Stress affects the body in funny ways. As we discussed last week, stress can lead to worsening of or even create pain. The type of pain can very from person to person, but a common version of stress-induced pain are headaches. A tension headache, or stress-related headache, is fairly well understood. Many of us have had one or two in our lifetime.
When we get stressed, the muscles in our body can tense up on us. This leads to a feeling of stiffness, and can lead to pain. With a tension headache, the muscles at the base of the skull tense up, and these muscles tend to refer pain vaguely around our head. This kind of headache is usually a constant pain, is not described as throbbing, and can worsen with movements of the head/neck. Tension headaches can be tricky to deal with.
Here are a few tips for dealing with a Tension Headache:
- Stretching – The muscles we’re talking about collectively help us extend our head, meaning they help us look up, but only a tiny amount. These muscles are located at the base of the skull towards on the backside of the neck, which is where a lot of people tend to feel their headache. If you slump down and let your head relax forward while still looking directly in front of you, these muscles are now shortened. Under the right circumstances, these muscles can tense up and contribute to tension headaches. To stretch them out, chin tucks are a great option. The most important thing with chin tucks is to keep your chin down. Try 5-10 reps for 3-5 second holds every 1-2 hours.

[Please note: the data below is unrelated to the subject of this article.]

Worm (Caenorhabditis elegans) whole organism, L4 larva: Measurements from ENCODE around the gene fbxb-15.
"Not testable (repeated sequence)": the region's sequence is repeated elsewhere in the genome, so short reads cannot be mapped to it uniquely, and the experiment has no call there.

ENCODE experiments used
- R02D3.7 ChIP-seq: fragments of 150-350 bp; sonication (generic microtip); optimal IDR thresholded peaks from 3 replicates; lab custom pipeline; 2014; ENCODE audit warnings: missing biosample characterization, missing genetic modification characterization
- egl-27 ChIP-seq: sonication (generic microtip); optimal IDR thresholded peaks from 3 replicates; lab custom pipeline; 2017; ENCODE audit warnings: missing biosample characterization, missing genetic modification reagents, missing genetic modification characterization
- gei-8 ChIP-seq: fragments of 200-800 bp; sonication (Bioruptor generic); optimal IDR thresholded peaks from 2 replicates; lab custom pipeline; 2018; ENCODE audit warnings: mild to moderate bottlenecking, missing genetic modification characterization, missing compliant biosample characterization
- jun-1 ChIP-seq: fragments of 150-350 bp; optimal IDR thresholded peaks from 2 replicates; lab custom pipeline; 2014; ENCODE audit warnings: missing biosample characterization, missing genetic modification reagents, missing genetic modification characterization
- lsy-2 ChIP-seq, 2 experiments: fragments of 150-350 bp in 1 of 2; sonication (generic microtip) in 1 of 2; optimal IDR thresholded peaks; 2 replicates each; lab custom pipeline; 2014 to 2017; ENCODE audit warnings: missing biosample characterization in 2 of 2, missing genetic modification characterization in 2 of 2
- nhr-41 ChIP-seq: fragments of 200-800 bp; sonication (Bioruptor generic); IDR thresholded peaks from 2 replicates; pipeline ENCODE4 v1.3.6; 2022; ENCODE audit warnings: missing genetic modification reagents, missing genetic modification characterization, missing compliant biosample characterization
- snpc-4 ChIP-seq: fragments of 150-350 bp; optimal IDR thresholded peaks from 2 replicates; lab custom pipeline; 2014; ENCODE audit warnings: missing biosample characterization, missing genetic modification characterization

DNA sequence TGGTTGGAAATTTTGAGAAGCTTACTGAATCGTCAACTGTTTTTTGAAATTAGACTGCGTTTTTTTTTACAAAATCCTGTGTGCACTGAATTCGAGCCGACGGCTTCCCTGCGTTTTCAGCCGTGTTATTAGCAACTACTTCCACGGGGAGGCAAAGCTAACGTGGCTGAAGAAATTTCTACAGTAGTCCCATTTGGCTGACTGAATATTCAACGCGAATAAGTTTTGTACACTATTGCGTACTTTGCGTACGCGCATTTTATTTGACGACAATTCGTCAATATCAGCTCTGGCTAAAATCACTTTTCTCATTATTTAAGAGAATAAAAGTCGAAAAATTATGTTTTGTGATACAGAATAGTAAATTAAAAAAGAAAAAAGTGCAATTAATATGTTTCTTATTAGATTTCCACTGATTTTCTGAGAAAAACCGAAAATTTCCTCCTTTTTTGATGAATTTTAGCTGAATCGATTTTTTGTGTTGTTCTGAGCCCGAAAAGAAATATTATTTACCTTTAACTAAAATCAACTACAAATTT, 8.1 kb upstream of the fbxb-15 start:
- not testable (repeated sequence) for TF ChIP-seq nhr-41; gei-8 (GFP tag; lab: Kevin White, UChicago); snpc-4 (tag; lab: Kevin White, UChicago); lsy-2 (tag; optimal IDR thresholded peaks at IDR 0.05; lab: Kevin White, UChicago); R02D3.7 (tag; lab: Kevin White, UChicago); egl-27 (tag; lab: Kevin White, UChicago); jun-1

- Soft tissue massage – If you’ve got a couple tennis balls laying around, you’re in luck! By applying some gentle pressure to the muscles at the base of the skull, you can generally work out a lot of the pain associated with tension headaches in just a few minutes. Here is a picture and description of what it looks like. 1-2 minutes usually does the trick, and can be done 1-2 times a day. The picture shows someone lying down, but chin tucks can also be performed sitting up or standing.
- Strengthen the neck and shoulders – The shoulder blades and neck are directly connected to each other with many muscles. Making these muscles stronger can help keep your headache away. A series of exercises you can try out is called TYI’s, named for the shape your body makes with your torso and arms. Ironically, you’ll want to start with the “A” (shown here) before moving on. The “T” (shown here) is slightly harder, the “Y” (shown here) is harder still, and the “I” (shown here) is the hardest. For each exercise, you should be able to perform 15 reps with a 2 second hold for 2-4 sets. Add weight if you need the extra challenge, but start light (1-2#). These are deceptively challenging.
- Identify the source of your stress – Stress plays a big part in tension headaches. If you can identify specific times, activities, or events that you tend to get headaches, that can clue you in. If you can’t figure it out yourself, get help! Counselors, psychologists, and psychiatrists can help you identify those stressful triggers and how to cope with them.
Tension headaches are incredibly common, but in most cases they can be managed in simple ways. Moving and strengthening the muscles around the neck can solve many of those problems. Figuring out what stressors are triggering your headache can go a long way in avoiding or managing those stressors. If you’re having trouble with headaches, see a physical therapist to help get yourself back to normal.
***The above information, including text, images, and all other materials, is provided for educational purposes only, and not as a replacement or supplement to professional medical advice. Please contact a certified healthcare professional or your primary physician for any personal concerns.